By Ray Ratto in St. Louis
Experience isn't the story of this series, if you ask Joe Thornton. Experiences are, and the experiences of Game 1 of Sharks-Blues matchup are exactly like those of the regular season, with one dramatic exception.
"It's still hockey," the San Jose captain said during a highly optional (meaning almost nobody actually did) skate between Games 1 and 2 of the Western Conference quarter-final. "It was exactly the same games we played against them in the regular season, except that we scored goals."
Goals, the Sharks needed to be reminded, are those things that cause red lights to illuminate and people to rise in glee or slump down in impotent rage. The Sharks had three of them in four regular-season games against St. Louis, but got that many in Game 1 Thursday night, including the first goal and the last one from second-line winger Martin Havlat in a 3-2 double overtime win.
"That's the difference," Thornton said. "We had how many goals in the regular season? (three, remember, including zero in this building) Well, we did what we do, and they did what they do. We play one-goal, tight-checking games, they play one-goal, tight-checking games. Only this time we got some pucks to go in."
But the pucks they got to go in were, well, decidedly enormous. Havlat broke protocol in the second with a deft little tip of a Dan Boyle drive, and wedged just enough space to take enough of a rolling pass from Ryane Clowe in the second overtime to first break San Jose's scoring slump and then its losing streak.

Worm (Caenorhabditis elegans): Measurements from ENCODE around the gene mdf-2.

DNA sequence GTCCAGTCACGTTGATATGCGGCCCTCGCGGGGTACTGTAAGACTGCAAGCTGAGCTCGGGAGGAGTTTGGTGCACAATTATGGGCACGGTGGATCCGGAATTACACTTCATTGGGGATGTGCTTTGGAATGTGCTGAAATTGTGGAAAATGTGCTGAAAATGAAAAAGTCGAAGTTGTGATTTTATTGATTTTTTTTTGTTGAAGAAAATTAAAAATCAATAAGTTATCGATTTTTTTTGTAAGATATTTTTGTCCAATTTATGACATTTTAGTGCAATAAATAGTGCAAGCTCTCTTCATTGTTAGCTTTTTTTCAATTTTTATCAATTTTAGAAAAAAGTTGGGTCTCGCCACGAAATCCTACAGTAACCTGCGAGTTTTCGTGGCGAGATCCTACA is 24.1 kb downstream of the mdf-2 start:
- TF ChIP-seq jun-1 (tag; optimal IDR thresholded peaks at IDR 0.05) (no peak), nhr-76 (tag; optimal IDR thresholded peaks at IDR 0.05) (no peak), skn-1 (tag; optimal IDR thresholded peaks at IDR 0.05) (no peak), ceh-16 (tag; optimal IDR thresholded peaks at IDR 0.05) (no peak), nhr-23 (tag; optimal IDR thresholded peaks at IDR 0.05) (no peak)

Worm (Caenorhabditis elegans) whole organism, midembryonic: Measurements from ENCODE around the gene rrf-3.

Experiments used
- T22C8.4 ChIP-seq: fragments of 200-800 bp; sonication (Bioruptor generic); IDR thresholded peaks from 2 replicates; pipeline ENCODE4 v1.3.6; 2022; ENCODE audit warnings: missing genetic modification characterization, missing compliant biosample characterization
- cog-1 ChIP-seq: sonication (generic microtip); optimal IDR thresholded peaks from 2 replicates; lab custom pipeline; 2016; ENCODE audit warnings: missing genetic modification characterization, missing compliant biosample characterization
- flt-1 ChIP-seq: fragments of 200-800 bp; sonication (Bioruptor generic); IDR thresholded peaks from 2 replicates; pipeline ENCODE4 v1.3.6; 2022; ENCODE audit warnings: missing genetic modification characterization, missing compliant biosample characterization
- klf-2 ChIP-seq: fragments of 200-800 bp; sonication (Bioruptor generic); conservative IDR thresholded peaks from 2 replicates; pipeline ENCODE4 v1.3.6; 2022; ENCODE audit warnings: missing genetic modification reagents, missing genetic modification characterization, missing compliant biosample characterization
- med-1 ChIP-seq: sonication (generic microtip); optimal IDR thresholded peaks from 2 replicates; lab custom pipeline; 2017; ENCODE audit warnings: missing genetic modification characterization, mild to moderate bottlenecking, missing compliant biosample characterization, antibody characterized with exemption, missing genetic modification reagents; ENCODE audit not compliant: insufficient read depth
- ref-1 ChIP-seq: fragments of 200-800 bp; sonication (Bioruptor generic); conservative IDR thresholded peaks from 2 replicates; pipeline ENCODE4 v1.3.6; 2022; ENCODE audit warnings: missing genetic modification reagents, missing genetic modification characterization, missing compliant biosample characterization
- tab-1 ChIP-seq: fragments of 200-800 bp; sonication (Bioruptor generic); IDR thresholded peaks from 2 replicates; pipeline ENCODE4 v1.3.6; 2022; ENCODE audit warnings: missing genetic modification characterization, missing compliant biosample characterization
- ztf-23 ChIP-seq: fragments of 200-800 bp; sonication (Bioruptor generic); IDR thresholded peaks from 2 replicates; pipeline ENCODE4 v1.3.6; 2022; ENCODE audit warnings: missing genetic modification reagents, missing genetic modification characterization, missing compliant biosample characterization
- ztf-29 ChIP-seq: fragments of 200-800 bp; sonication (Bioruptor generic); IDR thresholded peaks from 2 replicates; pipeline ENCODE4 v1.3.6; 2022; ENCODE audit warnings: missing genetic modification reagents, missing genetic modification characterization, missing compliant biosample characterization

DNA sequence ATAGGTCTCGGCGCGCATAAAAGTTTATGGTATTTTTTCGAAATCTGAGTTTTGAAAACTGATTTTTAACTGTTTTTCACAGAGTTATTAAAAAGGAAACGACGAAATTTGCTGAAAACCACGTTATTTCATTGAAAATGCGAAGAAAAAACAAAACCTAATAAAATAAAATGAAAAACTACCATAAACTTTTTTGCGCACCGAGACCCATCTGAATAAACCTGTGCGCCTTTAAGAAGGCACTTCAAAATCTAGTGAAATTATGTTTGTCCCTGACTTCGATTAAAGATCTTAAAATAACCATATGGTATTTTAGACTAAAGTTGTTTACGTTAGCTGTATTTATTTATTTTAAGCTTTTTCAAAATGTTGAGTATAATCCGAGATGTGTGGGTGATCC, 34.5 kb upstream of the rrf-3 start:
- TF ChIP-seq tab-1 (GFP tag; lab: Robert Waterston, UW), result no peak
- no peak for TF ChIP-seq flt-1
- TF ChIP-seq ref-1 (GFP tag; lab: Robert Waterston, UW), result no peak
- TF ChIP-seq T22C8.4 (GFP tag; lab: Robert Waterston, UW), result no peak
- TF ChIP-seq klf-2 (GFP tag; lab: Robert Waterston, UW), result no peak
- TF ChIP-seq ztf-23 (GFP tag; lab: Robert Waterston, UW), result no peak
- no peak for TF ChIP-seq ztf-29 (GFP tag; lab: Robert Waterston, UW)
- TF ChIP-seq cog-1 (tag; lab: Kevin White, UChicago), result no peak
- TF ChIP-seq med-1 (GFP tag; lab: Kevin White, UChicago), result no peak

And now, the Blues have to show a response that does not belie either their youth or lack of playoff pedigree. They were the better team for a greater portion of Thursday's game, but that and $2.15 billion US gets you a baseball team.
"They'll be better than they were last night, we know," head coach Todd McLellan said. "And we have to be better."
But the Blues will be the same, and the Sharks will be the same. Because that's just how it goes.
"We made a few little adjustments that you probably wouldn't even notice with the naked eye," McLellan said. "Playing behind the net, thing with their forecheck, clearing the puck, guaranteeing it out, things like that. And they made adjustments. And we'll both make more. But we're not reinventing the game in four days."
And even if there was, those reinventions would be performed with the same players they've had all year, or at least since the trade deadline. San Jose will need even more of the good works they got from fourth liners Andrew Desjardins, Tommy Wingels and Daniel Winnik. The Blues will need a bit more fortification on the subtle plays off the boards. And luck is always welcome this time of year.
But experience? Experience is shift to shift, and the Blues aren't virgins any more. They got a lot smarter in 83 minutes and 34 seconds. That's how time is measured now.
Expected Line Combinations
Patrick Marleau/Joe Thornton/Joe Pavelski
Ryane Clowe/Logan Couture/Martin Havlat
T.J. Galiardi/Dominic Moore/Torrey Mitchell
Daniel Winnik/Andrew Desjardins/Tommy Wingels
Marc-Edouard Vlasic/Dan Boyle
Douglas Murray/Brent Burns
Jason Demers/Justin Braun
David Perron/David Backes/T.J. Oshie
Alex Steen/Patrik Berglund/Andy McDonald
Vladimir Sobotka/Jason Arnott/Chris Stewart
Jamie Langenbrunner/Scott Nichol/Ryan Reaves
Kent Huskins/Alex Pietrangelo
Barret Jackman/Kevin Shattenkirk
Kris Russell/Roman Polak
Ray Ratto reports for CSNBayArea.com. Follow him on Twitter @RattoCSN
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